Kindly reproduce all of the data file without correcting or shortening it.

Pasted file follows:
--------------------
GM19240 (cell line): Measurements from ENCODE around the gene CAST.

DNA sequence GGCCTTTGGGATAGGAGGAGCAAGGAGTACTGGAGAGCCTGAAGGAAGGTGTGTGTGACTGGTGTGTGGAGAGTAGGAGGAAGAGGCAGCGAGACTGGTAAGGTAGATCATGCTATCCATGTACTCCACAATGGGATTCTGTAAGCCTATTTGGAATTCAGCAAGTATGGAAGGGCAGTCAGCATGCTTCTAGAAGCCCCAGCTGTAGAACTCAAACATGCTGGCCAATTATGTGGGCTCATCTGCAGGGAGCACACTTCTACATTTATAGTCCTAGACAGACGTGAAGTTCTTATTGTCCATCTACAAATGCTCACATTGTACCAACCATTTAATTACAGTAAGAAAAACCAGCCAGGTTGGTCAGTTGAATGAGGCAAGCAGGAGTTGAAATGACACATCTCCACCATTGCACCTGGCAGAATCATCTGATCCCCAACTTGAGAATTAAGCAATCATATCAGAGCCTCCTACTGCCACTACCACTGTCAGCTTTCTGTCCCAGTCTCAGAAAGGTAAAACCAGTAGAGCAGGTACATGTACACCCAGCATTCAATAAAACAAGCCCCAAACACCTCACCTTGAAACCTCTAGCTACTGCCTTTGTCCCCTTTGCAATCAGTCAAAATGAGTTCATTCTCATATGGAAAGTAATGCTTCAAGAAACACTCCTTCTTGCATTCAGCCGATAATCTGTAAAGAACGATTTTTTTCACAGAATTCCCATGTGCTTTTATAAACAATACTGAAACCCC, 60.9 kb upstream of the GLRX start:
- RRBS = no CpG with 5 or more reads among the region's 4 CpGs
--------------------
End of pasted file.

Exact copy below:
GM19240 (cell line): Measurements from ENCODE around the gene CAST.

DNA sequence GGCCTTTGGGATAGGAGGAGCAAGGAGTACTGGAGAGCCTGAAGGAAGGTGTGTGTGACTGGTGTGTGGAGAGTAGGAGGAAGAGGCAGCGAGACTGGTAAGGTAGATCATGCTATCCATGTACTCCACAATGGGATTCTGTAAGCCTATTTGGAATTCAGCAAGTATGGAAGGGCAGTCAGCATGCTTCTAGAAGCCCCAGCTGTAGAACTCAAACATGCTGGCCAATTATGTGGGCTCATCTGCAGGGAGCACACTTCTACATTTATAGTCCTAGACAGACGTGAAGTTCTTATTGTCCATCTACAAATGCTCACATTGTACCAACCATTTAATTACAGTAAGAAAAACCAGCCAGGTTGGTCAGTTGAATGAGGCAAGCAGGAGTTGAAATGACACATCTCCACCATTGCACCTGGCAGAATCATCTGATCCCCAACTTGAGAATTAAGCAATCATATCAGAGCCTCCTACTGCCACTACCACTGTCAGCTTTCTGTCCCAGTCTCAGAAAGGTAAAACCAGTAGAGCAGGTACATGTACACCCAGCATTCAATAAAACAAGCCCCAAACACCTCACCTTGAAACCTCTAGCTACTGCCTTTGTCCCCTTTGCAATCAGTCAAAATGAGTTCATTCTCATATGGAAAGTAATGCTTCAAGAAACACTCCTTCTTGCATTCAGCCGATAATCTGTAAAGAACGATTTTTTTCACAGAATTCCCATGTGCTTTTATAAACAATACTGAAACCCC, 60.9 kb upstream of the GLRX start:
- RRBS = no CpG with 5 or more reads among the region's 4 CpGs